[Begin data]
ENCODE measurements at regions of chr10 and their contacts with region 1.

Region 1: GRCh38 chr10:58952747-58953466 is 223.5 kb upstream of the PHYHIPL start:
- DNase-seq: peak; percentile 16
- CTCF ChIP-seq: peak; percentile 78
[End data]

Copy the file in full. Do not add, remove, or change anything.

ENCODE measurements at regions of chr10 and their contacts with region 1.

Region 1: GRCh38 chr10:58952747-58953466 is 223.5 kb upstream of the PHYHIPL start:
- DNase-seq: peak; percentile 16
- CTCF ChIP-seq: peak; percentile 78